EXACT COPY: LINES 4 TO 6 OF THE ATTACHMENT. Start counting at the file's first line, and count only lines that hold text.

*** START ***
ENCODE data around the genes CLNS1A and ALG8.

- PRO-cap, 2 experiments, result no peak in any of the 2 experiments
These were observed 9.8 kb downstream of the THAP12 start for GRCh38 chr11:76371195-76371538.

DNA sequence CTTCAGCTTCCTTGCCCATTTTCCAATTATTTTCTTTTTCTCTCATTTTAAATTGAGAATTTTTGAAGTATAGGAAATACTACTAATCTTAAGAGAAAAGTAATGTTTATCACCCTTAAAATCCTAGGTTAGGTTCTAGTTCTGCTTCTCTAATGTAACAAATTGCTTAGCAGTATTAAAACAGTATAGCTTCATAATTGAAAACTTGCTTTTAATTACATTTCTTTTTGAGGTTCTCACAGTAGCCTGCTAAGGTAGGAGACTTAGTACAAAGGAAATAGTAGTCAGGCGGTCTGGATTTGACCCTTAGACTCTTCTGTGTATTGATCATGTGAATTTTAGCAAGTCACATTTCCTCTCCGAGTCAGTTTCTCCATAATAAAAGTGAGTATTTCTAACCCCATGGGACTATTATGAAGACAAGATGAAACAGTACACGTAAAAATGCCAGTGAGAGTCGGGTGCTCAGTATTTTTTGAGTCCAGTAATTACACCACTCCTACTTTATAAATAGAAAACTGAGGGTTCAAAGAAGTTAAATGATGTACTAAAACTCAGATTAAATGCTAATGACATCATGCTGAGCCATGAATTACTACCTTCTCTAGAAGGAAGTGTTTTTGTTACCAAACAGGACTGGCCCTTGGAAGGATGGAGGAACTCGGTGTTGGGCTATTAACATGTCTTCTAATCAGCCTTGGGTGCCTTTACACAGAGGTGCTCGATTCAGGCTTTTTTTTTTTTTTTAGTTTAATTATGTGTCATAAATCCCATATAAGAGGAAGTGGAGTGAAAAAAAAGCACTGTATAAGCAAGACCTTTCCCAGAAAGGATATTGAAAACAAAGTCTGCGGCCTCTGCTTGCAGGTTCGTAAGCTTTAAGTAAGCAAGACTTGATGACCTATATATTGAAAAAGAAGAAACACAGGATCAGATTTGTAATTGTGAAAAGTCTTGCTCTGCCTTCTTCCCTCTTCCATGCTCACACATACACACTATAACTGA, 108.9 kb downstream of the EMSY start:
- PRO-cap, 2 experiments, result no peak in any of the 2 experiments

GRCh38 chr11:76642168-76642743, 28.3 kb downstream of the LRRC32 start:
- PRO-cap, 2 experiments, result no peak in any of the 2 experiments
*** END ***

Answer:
DNA sequence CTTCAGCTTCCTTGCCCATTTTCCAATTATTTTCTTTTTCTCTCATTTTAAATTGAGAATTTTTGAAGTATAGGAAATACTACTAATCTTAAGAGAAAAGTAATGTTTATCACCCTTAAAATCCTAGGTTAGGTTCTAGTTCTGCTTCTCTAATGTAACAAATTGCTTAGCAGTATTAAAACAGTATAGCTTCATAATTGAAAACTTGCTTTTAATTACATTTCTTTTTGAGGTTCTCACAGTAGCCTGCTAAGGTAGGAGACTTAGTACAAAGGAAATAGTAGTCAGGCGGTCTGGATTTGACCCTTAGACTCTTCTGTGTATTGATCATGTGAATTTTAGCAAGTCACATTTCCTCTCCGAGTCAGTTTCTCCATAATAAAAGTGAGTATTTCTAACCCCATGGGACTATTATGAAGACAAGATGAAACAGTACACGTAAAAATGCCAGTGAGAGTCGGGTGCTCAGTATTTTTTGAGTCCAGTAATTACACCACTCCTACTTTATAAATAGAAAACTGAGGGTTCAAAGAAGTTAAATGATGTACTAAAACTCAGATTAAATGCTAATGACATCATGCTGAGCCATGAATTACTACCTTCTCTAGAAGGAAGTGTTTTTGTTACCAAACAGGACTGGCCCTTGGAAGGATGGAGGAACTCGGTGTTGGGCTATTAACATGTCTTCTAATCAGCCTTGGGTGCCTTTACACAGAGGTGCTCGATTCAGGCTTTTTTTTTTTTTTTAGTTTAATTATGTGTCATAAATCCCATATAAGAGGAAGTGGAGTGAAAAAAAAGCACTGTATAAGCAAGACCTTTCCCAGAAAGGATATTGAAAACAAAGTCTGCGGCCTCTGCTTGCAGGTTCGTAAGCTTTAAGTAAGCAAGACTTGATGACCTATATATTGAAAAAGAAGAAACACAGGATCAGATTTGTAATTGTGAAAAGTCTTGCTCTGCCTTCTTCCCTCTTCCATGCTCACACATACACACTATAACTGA, 108.9 kb downstream of the EMSY start:
- PRO-cap, 2 experiments, result no peak in any of the 2 experiments

GRCh38 chr11:76642168-76642743, 28.3 kb downstream of the LRRC32 start: